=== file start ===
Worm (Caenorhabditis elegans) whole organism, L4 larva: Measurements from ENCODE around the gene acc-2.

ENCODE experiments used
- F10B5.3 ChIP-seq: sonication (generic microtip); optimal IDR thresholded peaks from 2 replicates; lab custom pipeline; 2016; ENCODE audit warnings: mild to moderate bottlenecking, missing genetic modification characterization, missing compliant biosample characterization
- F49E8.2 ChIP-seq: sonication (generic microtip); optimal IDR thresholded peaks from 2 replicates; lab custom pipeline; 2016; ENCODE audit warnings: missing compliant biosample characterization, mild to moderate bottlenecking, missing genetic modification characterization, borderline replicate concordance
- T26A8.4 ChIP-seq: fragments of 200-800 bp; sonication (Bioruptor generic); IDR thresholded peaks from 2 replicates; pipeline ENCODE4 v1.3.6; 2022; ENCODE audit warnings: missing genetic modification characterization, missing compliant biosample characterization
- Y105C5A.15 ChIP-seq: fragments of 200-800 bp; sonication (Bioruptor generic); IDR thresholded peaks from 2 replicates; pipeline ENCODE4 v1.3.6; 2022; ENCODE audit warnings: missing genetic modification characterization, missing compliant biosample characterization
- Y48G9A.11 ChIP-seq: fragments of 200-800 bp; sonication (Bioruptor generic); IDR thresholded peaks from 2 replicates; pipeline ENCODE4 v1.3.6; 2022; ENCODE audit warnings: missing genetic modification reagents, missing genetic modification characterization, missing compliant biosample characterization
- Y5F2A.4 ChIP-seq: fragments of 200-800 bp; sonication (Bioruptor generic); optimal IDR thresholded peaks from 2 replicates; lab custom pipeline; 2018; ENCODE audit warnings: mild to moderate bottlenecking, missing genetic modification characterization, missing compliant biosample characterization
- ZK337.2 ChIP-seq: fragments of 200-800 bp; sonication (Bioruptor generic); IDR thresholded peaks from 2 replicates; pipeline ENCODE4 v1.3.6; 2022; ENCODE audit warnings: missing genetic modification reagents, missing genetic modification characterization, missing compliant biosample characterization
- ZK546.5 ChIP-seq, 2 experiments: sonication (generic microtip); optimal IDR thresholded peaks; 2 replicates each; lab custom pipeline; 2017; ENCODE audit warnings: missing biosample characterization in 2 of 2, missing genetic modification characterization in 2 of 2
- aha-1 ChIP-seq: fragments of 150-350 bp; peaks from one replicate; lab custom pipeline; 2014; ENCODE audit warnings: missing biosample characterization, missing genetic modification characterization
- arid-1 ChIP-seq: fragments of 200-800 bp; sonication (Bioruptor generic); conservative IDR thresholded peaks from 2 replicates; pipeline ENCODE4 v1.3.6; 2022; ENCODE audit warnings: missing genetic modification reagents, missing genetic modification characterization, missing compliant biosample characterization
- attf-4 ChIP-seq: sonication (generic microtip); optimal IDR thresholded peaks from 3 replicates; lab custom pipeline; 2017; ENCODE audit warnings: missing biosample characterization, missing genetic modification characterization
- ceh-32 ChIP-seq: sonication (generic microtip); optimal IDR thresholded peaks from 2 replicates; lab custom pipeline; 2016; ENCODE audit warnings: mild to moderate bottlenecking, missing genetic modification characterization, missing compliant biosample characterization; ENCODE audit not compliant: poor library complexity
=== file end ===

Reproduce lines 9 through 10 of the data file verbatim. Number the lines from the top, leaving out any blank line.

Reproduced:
- ZK337.2 ChIP-seq: fragments of 200-800 bp; sonication (Bioruptor generic); IDR thresholded peaks from 2 replicates; pipeline ENCODE4 v1.3.6; 2022; ENCODE audit warnings: missing genetic modification reagents, missing genetic modification characterization, missing compliant biosample characterization
- ZK546.5 ChIP-seq, 2 experiments: sonication (generic microtip); optimal IDR thresholded peaks; 2 replicates each; lab custom pipeline; 2017; ENCODE audit warnings: missing biosample characterization in 2 of 2, missing genetic modification characterization in 2 of 2